For me, winter is a time of hibernation, incubation and rest. Unfortunately, in the Western hemisphere, this lovely, quiet season also comes with holidays that can throw us into direct contact with the franticness of family – or uncomfortably remind us of our lack thereof.
Chances are, even if you have an active and happy, loving relationship with your immediate family, it’s likely not perfect. For those of us who grew up in abusive homes, this time of the year can be particularly tough. Some of us may be adopted, have dead parents or have otherwise complicated and unresolved family situations that may compromise our ability to fully unfurl and relax in a season otherwise suited to both joy and stillness.
Winter is also a time of renewal, of turning over in our cozy beds, and yet envisioning a new future, a new self. Familial issues around this time of year are impossible to fully ignore, even if you – like me – are completely estranged from living blood family. Though I am incredibly ecstatic about my choice to not be in contact with them, I know that healing from dysfunction is a lifelong journey, and one I am happy to renew my commitment to every year at this time, while everyone else is caught up in big family events. And for folks who do spend time with family over the winter holidays, it’s likely to bring up (at best) or trigger (at worst) some things that may be less than pleasant.
The purpose of this spread is to invite some deep reflection on how both our dysfunctional family baggage and beautiful family gifts are influencing our present moment and what we might do about that. I have intentionally made this spread genderless (Parents A and B as opposed to mother and father) and would encourage you to work with as many rows of these cards as you wish. For instance, perhaps you are adopted and you feel called to draw dysfunctional cards for both your birth and adoptive parents. In that case, you would have many more cards than I’ve suggested here.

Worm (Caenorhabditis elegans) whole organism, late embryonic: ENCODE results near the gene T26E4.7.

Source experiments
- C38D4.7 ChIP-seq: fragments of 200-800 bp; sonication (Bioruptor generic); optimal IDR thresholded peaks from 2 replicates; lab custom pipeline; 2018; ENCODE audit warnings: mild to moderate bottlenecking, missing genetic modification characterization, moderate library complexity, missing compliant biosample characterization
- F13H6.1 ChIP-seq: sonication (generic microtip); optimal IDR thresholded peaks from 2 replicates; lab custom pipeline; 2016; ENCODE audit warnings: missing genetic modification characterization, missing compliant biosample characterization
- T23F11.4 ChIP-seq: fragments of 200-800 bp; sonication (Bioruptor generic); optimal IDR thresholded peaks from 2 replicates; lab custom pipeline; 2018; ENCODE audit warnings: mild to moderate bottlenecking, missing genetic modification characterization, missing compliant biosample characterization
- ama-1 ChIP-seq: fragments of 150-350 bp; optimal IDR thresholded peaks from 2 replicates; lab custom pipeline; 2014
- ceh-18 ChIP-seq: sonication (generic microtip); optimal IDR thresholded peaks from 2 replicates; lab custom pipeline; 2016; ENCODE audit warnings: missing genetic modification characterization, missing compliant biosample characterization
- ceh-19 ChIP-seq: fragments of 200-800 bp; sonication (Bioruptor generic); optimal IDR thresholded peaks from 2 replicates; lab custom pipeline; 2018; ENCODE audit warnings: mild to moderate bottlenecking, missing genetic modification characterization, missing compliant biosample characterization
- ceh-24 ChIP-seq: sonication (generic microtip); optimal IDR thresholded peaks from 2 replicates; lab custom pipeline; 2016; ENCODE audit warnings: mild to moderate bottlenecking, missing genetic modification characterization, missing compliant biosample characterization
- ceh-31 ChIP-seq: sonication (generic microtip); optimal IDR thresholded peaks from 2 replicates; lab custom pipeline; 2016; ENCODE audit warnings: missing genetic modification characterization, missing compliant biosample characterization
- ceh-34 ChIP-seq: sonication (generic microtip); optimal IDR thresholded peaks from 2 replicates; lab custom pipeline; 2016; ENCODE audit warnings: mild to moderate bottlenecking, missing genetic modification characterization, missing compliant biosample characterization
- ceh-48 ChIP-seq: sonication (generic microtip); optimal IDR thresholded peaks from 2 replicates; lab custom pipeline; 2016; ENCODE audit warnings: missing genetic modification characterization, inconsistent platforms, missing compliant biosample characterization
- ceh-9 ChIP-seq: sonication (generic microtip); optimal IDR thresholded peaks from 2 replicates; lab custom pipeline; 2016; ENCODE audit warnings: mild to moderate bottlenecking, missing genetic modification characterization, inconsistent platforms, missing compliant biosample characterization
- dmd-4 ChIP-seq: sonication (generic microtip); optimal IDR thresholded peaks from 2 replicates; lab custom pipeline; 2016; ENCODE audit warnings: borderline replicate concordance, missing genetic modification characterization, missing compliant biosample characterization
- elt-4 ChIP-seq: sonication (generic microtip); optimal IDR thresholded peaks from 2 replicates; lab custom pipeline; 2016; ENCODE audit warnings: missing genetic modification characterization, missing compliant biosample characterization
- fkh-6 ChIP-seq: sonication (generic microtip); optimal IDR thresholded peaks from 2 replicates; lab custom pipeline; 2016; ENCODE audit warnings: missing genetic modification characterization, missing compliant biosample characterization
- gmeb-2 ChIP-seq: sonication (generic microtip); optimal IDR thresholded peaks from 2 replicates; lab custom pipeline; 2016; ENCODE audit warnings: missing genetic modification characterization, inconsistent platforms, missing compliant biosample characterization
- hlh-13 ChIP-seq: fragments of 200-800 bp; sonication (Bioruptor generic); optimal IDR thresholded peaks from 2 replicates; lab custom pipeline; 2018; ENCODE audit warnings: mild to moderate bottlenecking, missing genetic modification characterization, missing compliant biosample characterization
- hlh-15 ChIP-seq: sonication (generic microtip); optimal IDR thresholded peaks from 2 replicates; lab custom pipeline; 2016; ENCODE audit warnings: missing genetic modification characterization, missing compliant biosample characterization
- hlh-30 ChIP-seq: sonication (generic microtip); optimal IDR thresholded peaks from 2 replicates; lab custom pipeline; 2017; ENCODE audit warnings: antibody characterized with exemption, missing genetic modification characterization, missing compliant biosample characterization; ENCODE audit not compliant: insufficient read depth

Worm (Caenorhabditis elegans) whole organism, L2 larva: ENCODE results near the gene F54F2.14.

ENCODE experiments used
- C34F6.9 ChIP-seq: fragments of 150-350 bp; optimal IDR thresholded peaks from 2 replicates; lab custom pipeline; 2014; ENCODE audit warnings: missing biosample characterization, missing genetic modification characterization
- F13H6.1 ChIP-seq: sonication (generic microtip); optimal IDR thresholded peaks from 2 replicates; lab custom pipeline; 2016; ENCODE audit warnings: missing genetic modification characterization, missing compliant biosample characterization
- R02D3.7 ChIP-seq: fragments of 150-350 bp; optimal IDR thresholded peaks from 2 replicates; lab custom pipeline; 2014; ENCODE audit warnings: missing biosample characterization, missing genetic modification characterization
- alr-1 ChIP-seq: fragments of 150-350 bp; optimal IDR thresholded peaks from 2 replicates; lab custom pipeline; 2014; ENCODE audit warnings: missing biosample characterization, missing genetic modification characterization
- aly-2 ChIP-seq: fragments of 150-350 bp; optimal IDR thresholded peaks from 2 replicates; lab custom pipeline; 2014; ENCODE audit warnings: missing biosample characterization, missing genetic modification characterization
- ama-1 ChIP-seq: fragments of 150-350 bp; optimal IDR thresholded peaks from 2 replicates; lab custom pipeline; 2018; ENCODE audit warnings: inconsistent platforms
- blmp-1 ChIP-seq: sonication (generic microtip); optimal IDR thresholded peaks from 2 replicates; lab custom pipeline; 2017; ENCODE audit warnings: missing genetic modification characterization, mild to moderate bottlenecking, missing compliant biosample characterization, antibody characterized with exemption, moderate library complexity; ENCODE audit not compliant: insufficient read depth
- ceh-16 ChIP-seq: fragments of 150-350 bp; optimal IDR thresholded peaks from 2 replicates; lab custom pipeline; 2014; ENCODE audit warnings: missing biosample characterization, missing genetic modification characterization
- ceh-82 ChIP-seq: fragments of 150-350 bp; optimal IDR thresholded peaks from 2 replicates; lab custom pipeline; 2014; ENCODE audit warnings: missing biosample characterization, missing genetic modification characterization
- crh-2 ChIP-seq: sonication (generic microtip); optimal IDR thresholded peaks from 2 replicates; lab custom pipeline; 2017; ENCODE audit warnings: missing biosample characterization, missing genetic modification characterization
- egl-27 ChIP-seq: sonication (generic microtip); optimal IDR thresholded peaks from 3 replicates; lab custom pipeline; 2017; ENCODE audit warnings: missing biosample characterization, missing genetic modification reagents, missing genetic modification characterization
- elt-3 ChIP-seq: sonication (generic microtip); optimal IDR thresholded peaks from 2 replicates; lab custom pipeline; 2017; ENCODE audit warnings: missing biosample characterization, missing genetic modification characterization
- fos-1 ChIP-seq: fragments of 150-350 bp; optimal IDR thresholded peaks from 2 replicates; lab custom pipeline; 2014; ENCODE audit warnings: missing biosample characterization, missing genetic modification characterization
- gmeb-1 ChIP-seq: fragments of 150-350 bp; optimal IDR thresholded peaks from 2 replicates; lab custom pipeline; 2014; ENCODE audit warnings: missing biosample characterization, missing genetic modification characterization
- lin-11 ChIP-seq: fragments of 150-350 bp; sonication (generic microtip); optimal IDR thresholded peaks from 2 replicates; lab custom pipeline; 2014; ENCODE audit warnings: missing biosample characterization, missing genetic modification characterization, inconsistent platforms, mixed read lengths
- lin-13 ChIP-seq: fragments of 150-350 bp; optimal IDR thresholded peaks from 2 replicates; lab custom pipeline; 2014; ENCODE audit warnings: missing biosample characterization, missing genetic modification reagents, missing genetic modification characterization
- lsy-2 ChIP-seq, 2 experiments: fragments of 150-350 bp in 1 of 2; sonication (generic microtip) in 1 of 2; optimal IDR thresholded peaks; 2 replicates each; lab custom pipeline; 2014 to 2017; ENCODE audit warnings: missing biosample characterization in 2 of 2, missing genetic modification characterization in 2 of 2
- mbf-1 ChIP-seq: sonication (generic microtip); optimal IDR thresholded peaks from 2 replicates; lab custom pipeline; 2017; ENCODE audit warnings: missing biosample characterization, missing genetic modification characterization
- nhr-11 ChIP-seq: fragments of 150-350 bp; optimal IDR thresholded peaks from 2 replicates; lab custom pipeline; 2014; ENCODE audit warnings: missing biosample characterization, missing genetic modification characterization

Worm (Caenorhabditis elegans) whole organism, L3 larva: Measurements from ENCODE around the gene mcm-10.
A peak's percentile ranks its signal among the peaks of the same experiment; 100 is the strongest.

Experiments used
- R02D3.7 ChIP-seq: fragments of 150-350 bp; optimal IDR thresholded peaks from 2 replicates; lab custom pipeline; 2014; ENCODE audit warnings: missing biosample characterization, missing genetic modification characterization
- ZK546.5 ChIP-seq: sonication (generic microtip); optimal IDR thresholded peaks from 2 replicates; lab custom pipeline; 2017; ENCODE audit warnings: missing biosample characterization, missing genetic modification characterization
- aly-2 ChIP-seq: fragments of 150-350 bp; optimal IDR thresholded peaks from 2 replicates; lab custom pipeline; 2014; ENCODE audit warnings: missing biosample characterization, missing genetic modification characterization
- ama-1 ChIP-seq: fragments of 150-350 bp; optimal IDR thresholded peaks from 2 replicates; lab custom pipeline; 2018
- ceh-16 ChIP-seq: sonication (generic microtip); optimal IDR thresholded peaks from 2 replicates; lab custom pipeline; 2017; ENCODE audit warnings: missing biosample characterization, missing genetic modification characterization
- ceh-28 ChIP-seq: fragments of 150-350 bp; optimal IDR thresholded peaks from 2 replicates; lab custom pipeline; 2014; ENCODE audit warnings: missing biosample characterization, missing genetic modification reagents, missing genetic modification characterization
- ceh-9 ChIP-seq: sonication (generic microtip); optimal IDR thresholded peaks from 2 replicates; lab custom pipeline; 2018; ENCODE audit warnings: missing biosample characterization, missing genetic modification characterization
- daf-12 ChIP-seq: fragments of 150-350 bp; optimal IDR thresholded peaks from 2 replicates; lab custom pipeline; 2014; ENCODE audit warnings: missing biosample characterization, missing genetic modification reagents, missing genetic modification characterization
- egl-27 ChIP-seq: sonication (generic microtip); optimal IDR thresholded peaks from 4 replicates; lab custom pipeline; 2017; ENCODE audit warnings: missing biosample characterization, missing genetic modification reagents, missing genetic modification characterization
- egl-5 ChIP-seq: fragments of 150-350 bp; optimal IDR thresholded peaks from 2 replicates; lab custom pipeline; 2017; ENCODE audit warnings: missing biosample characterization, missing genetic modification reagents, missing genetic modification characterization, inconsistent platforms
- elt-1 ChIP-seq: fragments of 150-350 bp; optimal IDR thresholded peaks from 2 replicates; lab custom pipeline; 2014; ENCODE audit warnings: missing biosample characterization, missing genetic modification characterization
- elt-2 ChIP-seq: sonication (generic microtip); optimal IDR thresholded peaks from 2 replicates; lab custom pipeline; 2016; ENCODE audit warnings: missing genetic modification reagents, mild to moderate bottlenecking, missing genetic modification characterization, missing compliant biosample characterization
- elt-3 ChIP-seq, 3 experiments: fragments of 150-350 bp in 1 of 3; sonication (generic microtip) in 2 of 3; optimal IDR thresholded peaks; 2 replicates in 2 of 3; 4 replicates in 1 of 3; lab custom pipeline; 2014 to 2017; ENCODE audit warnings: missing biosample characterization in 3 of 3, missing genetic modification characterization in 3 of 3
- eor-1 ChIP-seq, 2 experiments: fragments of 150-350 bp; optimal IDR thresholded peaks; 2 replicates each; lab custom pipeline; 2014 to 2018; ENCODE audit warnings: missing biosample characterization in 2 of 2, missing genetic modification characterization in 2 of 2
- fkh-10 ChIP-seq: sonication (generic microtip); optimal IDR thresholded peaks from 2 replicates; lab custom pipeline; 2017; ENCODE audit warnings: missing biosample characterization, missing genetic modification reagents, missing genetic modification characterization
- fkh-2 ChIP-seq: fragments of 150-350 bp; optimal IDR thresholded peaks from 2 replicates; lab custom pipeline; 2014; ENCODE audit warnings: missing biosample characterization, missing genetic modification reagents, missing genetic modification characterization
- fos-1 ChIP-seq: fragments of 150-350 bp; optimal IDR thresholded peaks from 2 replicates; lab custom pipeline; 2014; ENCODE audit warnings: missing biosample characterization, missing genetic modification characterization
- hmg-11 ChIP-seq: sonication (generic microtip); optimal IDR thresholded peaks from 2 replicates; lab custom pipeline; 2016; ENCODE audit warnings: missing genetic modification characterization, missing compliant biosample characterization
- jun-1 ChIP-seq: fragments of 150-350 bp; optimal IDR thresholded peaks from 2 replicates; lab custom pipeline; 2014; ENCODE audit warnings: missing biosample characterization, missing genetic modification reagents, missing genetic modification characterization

Maybe you want to get deep into issues of aunts, uncles, grandparents – whoever you feel has shaped you and your life. Another way to read this is that the card is not just referring to ‘Parent A’ themselves, but also Parent A’s lineage, and all of the dysfunction and gifts that culminate around how that parent has come into contact with you. This is a template, and I invite you to expand upon it as feels right to you!
This spread encourages focusing not only on hard realities but also on how we can successfully move through and past the more difficult things our families have left us with. The four suits of tarot can teach us what parts of ourselves (mental, physical, emotional, spiritual) are most impacted by dysfunction or by gift. Major arcana popping up can tell us what lessons we will be learning over the next few years.
I would encourage making more space and time than you think you need for this spread, as it may bring up some sticking points that feel hard before they feel good. I suggest folks keep a written record of all tarot readings they do, but with this one in particular, the journaling practice and free-form interpretation of the cards can be particularly potent and powerful. Good luck and blessings as you dive into this deep and important soul work.
This tarot spread was originally published in the Ignota Diary 2020.